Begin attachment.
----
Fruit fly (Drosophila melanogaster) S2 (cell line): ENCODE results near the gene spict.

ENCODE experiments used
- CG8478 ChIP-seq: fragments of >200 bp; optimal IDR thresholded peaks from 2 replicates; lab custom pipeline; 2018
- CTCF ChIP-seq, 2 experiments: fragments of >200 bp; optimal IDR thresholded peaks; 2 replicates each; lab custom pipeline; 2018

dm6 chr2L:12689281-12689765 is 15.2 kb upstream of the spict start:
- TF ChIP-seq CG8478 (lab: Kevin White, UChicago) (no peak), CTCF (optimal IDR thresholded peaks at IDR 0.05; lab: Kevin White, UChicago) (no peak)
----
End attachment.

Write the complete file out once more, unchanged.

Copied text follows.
Fruit fly (Drosophila melanogaster) S2 (cell line): ENCODE results near the gene spict.

ENCODE experiments used
- CG8478 ChIP-seq: fragments of >200 bp; optimal IDR thresholded peaks from 2 replicates; lab custom pipeline; 2018
- CTCF ChIP-seq, 2 experiments: fragments of >200 bp; optimal IDR thresholded peaks; 2 replicates each; lab custom pipeline; 2018

dm6 chr2L:12689281-12689765 is 15.2 kb upstream of the spict start:
- TF ChIP-seq CG8478 (lab: Kevin White, UChicago) (no peak), CTCF (optimal IDR thresholded peaks at IDR 0.05; lab: Kevin White, UChicago) (no peak)